The system is equipped with a computer-automated and fully integrated MRI-guided biopsy technology that determines needle placement, which Aurora says eliminates human error. It also delivers ultrathin 1-mm slices, resulting in the enhanced resolution and clarity that is ideal for detecting cancers missed through mammography or clinical examination.
“Early detection of cancer, through the help of advanced imaging technologies like the Aurora system, is the key to eradicating mortalities associated with breast disease,” said Olivia Ho Cheng, Aurora president and CEO. “Breast health centers nationwide are continually discovering the benefits of this important imaging modality. We proudly partner with Beverly Hospital to offer additional access to the Aurora System, to reach our mutual goal of winning the battle against breast disease.”
The most recent American Cancer Society guideline recommends breast MRI for women at high risk of breast cancer. The installation marks the fourth Aurora system in Massachusetts.
First Installation! At Penn, Big Bore Is a Big Deal
Earlier this year, Philips Medical Systems, Andover, Mass, released its new Gemini TF Big Bore PET/CT scanner, which features an 85-cm bore that allows clinicians to image patients in the same position as they are treated. First in line to install and implement the new system is the University of Pennsylvania’s Perelman Center for Advanced Medicine, in conjunction with the Abramson Cancer Center and the Roberts Proton Therapy Center.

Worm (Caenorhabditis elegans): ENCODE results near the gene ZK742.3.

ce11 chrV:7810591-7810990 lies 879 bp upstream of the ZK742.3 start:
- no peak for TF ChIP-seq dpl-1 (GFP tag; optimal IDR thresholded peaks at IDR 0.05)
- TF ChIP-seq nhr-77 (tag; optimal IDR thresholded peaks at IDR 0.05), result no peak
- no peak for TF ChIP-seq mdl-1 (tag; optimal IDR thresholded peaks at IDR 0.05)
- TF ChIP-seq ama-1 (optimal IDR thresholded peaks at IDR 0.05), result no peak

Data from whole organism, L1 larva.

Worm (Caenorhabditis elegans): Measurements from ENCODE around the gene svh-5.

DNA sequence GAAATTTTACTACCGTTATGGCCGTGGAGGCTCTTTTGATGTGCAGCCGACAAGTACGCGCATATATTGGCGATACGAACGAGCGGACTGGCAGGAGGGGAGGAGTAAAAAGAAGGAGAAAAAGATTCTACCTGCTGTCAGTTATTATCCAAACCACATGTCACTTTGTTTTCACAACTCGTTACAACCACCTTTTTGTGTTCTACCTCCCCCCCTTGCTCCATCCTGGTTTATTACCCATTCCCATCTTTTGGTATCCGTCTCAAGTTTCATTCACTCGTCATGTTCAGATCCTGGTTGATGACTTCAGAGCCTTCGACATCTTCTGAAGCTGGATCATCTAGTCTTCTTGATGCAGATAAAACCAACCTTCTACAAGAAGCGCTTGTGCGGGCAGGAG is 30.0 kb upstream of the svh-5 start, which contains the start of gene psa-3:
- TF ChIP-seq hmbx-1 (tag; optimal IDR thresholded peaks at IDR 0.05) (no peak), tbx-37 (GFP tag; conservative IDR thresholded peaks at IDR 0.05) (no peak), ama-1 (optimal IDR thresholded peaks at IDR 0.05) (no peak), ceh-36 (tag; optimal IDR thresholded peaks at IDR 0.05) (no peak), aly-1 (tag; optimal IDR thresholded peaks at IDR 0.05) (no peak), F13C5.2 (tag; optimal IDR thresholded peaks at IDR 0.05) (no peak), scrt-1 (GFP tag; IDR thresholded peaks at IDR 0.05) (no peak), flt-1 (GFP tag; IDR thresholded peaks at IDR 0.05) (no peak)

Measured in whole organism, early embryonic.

|Chaitanya R. Divgi, MD|
“We ordered the system about 6 months ago, and I hope it will be fully operational by Thanksgiving,” said Chaitanya R. Divgi, MD, chief of nuclear medicine and professor of radiology at the University of Pennsylvania. “We’ll be using the system exclusively for radiation oncology, which is important. It represents a giant effort between oncology and radiology.”
Divgi explains that the large-bore system’s diagnostic accuracy wouldn’t be possible without time-of-flight technology. “The time-of-flight technology is what really made this system stand out,” he said. “With most PET units, there is a degradation in resolution as you move away from the center of the field of view. That’s not true of time-of-flight—it maintains resolution independent of the distance of the object from the center of the field of view.”
Large-bore systems for MR or CT are generally designed for bariatric patients or patients with severe claustrophobia, but in the case of PET/CT, a large bore is necessary even for many average-sized patients if clinicians wish to image them with a mold in place.